Jersey Village considers reinstallation of 11 red-light cameras

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Red-light cameras could be coming back to Jersey Village.

Jersey Village City Council approved a budget amendment at an Aug. 20 meeting allocating $57,200 for an engineering study for the reinstallation of 11 red-light cameras at seven intersections along the Hwy. 290 frontage road in the city.

The Texas Department of Transportation required the city to remove red-light cameras along the frontage road in 2013 to accommodate the Hwy. 290 widening project. Now that the widening is nearing completion, city officials have expressed interest in bringing back those cameras.

Jersey Village Chief of Police Eric Foerster said the engineering study is necessary because of changes to roads and intersections that have resulted from the Hwy. 290 project.

“You’ve had a major redesign of the road,” he said at the Aug. 20 meeting. “The sight lines are different. There are so many variables that have changed over time, I think it would be prudent to re-engineer it at this time.”

The money for the engineering study will come from the city’s traffic safety fund, Foerster said. The fund had a balance of about $1.1 million as of July, which can only be used for initiatives designed to increase traffic safety.

In 2016, Jersey Village residents voted against a proposition that would have banned future red-light camera programs. The proposition garnered support from only 35 percent of voters.

The cameras would be operated by American Traffic Solutions, a company the city used when the cameras were previously in place and with whom the city still has a contract through 2024. The engineering study looks at the feasibility of installing the cameras at the same 11 locations they were used in 2013.

TxDOT data shows 230 crashes occurred at those specific camera locations in the 18 months before they were installed in 2008. In the 12-month period from July 1, 2012, to June 30, 2013, a total of 100 accidents were reported. The number rose to 193 for the period between July 1, 2014, to June 30, 2015, after the cameras were removed, according to the Jersey Village Police Department.

When the cameras were operational, the money they raised was split between Jersey Village, ATS and the State of Texas. During the 2012-13 fiscal year—the last full year the cameras were in operation—the city raised about $1 million, which went to its traffic safety fund.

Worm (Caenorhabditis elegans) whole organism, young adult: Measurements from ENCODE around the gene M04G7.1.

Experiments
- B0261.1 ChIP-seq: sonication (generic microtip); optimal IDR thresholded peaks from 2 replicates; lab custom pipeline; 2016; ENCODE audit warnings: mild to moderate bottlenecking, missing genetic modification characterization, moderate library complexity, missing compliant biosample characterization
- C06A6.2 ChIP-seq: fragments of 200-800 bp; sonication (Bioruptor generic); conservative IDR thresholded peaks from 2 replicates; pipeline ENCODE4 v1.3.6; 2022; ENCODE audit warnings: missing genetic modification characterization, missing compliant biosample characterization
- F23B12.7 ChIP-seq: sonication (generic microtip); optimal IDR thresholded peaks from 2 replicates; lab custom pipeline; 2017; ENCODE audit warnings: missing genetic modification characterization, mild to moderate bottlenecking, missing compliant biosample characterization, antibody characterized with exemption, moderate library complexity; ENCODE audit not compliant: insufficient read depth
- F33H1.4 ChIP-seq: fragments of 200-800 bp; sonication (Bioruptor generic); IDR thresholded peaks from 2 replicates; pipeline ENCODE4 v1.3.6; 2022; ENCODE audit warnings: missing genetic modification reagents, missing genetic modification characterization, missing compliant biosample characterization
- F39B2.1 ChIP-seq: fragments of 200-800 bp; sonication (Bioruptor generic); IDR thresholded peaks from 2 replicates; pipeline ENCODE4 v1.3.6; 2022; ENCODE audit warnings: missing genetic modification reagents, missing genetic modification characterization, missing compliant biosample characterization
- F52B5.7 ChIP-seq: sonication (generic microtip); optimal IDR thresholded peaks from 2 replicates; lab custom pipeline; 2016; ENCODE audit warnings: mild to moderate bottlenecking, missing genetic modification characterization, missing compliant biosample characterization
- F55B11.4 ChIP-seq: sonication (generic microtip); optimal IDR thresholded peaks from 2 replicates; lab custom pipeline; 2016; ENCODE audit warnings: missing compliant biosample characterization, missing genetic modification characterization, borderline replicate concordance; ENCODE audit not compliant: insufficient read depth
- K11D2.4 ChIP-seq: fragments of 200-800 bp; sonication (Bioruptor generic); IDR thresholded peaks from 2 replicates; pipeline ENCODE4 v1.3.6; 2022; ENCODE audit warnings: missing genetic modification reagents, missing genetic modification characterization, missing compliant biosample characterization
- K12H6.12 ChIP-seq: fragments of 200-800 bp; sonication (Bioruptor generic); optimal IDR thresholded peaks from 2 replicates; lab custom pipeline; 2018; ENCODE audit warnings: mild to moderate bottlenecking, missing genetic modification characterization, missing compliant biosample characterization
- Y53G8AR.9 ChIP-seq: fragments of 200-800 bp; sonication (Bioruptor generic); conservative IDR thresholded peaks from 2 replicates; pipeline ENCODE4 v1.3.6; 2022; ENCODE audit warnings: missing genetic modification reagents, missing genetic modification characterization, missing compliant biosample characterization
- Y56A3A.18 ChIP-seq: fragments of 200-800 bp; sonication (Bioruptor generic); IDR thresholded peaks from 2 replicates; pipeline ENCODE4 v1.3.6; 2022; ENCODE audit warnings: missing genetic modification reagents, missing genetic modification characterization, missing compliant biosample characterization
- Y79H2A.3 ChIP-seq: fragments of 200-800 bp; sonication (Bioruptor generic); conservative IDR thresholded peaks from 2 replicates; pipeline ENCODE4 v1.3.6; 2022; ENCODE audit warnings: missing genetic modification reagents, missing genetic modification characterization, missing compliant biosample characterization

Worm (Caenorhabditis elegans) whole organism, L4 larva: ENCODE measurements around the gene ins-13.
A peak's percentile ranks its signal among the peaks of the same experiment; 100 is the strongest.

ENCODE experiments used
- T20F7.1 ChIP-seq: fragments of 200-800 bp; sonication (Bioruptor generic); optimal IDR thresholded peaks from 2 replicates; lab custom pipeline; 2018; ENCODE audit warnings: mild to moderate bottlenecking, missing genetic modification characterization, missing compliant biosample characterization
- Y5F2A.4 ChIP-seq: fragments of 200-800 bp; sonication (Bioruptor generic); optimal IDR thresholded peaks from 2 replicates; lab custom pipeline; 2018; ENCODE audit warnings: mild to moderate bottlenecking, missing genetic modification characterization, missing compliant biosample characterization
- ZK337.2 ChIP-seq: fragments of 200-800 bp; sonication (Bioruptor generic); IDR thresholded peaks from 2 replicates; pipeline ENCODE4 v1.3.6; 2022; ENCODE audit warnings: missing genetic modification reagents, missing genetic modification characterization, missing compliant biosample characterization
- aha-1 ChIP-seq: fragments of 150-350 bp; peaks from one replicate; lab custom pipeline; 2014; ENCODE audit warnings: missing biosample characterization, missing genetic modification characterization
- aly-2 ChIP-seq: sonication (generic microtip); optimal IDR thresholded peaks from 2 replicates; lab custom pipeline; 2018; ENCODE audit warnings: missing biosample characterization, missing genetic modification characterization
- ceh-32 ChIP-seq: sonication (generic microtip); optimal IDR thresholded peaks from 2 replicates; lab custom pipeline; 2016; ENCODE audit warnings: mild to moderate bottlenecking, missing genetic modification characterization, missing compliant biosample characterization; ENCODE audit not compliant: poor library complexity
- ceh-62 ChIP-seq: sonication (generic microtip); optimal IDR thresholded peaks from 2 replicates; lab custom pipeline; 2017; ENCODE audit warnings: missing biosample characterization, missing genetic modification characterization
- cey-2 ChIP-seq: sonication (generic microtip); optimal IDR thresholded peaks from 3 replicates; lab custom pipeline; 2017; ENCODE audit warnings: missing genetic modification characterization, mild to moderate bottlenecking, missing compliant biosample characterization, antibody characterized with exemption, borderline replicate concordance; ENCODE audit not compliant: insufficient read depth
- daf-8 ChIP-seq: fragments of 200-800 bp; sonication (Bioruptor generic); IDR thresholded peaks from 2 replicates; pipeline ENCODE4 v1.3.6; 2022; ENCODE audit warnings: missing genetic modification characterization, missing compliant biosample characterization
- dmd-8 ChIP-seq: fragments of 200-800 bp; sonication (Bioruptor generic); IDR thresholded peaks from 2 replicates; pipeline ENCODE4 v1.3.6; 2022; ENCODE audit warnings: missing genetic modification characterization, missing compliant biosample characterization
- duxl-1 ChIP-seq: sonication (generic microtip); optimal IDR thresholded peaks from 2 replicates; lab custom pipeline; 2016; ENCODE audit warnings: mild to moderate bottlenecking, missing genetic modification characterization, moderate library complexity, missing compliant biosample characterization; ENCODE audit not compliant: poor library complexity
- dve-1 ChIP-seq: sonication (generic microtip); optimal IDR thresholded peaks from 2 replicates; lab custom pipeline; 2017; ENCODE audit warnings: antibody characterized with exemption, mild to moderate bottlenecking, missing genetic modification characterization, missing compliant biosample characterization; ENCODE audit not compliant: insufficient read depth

The engineering study will analyze the feasibility of installing red light cameras at the following 11 locations:

• FM 529 northbound at Hwy. 290
• Hwy. 290 eastbound and westbound at FM 529
• Jones Road southbound at Hwy. 290
• Hwy. 290 eastbound and westbound at Jones Road
• Senate Avenue southbound at Hwy. 290
• Hwy. 290 eastbound and westbound at Senate Avenue
• Hwy. 290 westbound at West Road
• Beltway 8 northbound at Hwy. 290

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4 comments
COMMENT
  1. Why waste money on red light cameras on 290? Traffic is so bad that you won’t catch many people speeding.

  2. James C. Walker

    Add one second to the yellow intervals the new engineering study will recommend and the rate of violations will be too low to justify having the cameras – on either financial or safety grounds. Will the city council insist on this method? That depends upon whether they actually want the cameras for safety, or more likely want them as the for-profit racket that red light cameras actually are.

    James C. Walker, National Motorists Association

  3. I, for one, would love to see the cameras come back. It’s scary out there. I’m constantly saying to my husband “did you see that?” People are running red lights all the time. It’s time to hit them where it hurts- their wallets.

  4. If cameras were to come back, also retrofit the traffic lights to have a countdown timer for green. If drivers know how much time is left before a light will change AND that there is a camera, drivers can gauge their decision appropriately. I find that other places with cameras you almost want to speed up if you are close OR slow down if you are far away to avoid getting caught in the yellow. With a timer and camera combination you can make smarter decisions for safety and to avoid the fines.

    Another option would be to perform a traffic study to determine the correct synchronizations of traffic lights relative to each other for maximum traffic flow. Use the study to adjust the times and revaluate again after adjusting timing. Repeat.

    All that being said, I am against traffic cameras. But if they must, at least make it where it makes the drivers job easier to make safe decisions.

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Shawn Arrajj
Shawn Arrajj serves as the editor of the Cy-Fair edition of Community Impact Newspaper where he covers the Cy-Fair and Jersey Village communities. He mainly writes about development, transportation and issues in Harris County.
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